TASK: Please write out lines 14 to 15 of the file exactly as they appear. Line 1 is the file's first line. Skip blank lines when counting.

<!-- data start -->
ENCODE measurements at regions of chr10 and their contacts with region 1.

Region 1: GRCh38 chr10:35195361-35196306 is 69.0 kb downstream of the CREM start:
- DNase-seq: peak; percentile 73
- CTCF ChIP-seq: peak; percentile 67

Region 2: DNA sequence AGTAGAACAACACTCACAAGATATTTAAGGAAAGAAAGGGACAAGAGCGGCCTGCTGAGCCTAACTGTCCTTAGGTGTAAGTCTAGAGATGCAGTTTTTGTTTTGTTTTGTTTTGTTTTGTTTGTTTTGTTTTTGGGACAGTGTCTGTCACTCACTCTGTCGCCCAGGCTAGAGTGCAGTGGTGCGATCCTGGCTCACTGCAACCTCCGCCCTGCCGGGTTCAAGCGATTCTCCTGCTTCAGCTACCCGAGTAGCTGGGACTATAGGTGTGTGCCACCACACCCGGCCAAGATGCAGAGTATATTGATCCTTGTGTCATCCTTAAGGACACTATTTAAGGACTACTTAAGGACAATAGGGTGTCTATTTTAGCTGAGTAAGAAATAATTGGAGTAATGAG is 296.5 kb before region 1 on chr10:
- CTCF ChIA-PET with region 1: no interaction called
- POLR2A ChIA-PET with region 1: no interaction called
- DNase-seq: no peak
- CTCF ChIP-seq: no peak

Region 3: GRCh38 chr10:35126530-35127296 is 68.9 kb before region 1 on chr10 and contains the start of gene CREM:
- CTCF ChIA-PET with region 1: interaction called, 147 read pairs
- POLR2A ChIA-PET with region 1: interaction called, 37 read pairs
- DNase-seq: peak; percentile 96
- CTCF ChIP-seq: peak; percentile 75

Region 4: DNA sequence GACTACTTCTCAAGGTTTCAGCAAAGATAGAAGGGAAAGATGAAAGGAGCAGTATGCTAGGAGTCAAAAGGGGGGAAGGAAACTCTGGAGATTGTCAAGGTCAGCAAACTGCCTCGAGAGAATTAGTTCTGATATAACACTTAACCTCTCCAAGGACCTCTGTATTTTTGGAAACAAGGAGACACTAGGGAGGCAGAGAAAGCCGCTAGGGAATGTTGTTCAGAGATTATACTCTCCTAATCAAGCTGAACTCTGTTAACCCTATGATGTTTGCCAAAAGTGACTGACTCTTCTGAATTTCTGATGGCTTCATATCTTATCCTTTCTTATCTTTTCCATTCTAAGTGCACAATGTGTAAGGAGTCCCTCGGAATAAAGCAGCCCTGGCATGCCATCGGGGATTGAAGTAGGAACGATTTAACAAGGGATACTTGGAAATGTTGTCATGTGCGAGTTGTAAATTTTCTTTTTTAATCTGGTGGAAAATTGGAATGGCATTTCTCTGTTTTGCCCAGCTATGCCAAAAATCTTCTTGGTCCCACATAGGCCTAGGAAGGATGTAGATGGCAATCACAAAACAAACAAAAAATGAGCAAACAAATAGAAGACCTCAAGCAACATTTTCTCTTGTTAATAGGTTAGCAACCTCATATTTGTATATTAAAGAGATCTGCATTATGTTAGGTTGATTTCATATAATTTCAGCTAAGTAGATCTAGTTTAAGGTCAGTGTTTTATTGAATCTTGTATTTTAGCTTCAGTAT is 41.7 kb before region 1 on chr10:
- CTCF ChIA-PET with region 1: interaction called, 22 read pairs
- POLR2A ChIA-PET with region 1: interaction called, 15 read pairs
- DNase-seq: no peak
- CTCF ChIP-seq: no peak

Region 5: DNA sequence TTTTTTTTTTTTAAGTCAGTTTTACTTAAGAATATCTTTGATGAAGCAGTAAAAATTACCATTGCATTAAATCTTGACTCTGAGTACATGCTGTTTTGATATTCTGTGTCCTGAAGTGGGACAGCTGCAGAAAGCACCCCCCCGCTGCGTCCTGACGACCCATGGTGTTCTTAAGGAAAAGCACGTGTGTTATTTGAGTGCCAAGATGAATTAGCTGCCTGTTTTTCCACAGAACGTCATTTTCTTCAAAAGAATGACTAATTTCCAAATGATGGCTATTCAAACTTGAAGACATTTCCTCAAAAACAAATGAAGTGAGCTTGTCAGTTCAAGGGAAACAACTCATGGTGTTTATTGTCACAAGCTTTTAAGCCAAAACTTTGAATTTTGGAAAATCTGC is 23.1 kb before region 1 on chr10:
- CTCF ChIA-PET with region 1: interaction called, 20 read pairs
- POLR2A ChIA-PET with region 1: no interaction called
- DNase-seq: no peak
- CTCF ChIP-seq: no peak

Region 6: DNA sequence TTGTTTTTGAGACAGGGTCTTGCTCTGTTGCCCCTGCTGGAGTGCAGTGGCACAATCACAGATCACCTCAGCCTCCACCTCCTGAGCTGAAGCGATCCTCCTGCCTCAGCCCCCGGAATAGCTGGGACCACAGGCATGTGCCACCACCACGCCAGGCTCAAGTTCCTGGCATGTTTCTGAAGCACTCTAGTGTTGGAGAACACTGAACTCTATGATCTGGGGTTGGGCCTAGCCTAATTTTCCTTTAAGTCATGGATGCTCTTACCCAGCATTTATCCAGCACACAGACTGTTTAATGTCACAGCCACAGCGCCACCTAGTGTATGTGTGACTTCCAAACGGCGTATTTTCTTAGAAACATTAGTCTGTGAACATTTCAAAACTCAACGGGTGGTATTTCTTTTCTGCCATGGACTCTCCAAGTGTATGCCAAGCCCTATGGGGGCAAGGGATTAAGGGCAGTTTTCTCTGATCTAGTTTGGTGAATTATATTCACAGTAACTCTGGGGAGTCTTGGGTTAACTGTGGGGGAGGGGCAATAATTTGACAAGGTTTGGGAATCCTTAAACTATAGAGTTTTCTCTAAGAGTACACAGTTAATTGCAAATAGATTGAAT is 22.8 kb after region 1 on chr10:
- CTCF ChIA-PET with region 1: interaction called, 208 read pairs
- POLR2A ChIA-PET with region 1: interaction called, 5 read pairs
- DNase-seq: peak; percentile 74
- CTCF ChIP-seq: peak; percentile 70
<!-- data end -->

- CTCF ChIP-seq: peak; percentile 75

Region 4: DNA sequence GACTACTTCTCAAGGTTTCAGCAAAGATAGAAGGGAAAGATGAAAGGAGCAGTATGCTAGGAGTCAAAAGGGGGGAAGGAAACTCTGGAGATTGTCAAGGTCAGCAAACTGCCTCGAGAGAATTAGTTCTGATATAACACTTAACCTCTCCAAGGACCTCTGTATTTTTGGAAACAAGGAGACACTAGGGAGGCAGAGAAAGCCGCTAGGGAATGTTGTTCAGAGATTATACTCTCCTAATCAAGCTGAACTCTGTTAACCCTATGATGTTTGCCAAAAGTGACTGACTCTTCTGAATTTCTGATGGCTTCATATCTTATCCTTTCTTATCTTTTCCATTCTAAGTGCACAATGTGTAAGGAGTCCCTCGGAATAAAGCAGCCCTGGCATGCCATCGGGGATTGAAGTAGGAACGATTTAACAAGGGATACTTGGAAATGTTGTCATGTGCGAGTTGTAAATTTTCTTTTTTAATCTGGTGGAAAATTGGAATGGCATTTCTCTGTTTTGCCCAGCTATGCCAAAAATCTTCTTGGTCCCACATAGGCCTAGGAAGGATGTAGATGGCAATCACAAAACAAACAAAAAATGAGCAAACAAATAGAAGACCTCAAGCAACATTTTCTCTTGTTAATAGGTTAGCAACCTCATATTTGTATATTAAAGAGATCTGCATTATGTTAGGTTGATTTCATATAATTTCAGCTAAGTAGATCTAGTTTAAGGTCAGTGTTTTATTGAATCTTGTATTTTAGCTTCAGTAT is 41.7 kb before region 1 on chr10: